This paper presents the first systematic case-control study of correlates of mass psychogenic illness (MPI) in an adolescent school population. MPI is generally construed as a dissociative phenomenon spread by social contagion to individuals who are prone to dissociation. We sought to test if the correlates of dissociative experiences most commonly proposed in the literature could predict caseness among students affected by episodes of mass psychogenic illness occurring in schools in Nepal. We assessed 194 cases and 190 controls (N = 384) of ages 11-18 years from 12 public schools. Cases and controls were comparable on all demographic variables, except for family configuration, with nuclear families more common among those affected. In bivariate comparisons, caseness was associated with childhood physical neglect and abuse, as well as living in nuclear families, peritraumatic dissociation, dissociative tendencies, and depressive and post-traumatic stress symptoms. Hypnotizability emerged as the strongest correlate of psychogenic illness among the cognitive and personality trait variables. However, in multivariable logistic regression, the correlates of dissociation did not predict caseness, suggesting that they do not adequately account for the phenomenon of mass psychogenic illness. An ad-hoc Classification and Regression Trees analysis showed that if an adolescent was highly hypnotizable and reported high rates of peritraumatic dissociative experiences, then there was a 73% probability of being a case in a mass psychogenic illness episode. Future studies involving other psychological, social and cultural factors, as well as school- and family-related factors are needed to understand the correlates of mass psychogenic illness and guide prevention and intervention.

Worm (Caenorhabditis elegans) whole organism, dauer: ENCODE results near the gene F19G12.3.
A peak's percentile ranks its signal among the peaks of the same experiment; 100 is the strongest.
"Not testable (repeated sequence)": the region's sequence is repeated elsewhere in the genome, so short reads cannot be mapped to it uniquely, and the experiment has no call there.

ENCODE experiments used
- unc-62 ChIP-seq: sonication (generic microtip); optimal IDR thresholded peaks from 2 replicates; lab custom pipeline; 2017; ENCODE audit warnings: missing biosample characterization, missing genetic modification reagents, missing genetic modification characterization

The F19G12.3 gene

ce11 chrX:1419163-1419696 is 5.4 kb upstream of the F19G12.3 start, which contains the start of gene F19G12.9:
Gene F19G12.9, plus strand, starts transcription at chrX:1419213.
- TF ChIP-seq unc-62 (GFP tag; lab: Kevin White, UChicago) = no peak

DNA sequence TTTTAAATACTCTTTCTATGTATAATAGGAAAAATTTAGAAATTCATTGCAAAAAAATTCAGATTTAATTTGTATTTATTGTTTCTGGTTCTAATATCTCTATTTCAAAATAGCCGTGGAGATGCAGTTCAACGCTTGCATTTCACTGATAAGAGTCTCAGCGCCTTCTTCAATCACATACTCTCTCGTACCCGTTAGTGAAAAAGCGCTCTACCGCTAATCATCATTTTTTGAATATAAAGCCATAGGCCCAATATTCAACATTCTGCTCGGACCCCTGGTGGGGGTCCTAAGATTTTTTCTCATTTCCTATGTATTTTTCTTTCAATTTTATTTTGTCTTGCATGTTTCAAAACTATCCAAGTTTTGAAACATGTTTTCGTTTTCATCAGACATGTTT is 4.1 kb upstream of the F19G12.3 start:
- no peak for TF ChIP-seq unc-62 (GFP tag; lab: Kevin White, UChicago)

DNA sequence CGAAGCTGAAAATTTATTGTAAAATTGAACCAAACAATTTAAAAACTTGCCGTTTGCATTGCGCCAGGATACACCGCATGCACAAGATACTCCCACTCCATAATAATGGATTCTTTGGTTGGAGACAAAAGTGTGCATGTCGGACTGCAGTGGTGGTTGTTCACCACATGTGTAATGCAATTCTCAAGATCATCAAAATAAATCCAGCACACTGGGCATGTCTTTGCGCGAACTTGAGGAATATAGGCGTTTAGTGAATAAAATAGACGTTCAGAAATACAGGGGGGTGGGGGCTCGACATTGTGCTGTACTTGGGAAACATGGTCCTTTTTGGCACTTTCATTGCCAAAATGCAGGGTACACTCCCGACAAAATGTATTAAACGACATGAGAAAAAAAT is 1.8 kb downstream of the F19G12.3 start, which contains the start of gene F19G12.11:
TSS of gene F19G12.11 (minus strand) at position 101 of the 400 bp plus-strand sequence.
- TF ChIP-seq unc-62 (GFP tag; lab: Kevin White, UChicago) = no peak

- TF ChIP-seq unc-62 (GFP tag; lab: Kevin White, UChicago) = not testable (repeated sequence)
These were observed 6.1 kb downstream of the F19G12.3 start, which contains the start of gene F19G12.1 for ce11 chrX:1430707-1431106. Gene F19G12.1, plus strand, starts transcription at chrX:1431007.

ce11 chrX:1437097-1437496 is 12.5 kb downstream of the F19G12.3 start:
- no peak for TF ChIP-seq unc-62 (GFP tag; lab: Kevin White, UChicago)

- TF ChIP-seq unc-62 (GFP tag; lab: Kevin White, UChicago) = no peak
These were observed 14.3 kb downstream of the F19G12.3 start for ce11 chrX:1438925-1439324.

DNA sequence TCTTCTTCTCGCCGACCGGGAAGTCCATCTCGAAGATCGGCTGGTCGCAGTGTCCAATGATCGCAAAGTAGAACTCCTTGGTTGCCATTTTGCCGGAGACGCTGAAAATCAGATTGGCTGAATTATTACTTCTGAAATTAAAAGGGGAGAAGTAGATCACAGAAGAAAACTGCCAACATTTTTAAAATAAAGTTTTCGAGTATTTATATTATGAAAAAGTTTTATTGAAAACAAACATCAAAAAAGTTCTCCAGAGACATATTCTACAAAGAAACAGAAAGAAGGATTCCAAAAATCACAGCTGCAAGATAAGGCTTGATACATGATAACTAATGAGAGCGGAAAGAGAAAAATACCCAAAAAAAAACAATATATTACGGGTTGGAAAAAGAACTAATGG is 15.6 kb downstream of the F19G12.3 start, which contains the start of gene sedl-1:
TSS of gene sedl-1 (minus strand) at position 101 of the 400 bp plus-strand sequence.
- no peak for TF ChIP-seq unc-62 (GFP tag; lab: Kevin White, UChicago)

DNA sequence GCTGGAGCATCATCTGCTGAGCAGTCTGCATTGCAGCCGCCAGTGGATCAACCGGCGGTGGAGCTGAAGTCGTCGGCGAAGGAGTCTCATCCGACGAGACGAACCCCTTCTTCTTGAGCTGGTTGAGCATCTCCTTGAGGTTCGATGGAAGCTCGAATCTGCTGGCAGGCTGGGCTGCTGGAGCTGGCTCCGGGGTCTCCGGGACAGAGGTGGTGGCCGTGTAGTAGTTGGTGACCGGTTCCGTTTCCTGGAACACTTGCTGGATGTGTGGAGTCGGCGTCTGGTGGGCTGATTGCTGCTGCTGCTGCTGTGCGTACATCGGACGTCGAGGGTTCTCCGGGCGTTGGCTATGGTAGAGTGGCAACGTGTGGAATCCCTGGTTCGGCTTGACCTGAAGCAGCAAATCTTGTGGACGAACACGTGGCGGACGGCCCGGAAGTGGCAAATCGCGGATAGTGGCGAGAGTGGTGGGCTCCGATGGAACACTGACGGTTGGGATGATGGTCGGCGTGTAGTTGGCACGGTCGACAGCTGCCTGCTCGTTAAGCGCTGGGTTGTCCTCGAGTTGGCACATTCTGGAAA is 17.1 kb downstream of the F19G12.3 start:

Keywords: Nepal; childhood trauma; dissociation; emotional contagion; hypnotizability; mass psychogenic illness; spirit possession.
Copyright © 2020 Sapkota, Brunet and Kirmayer.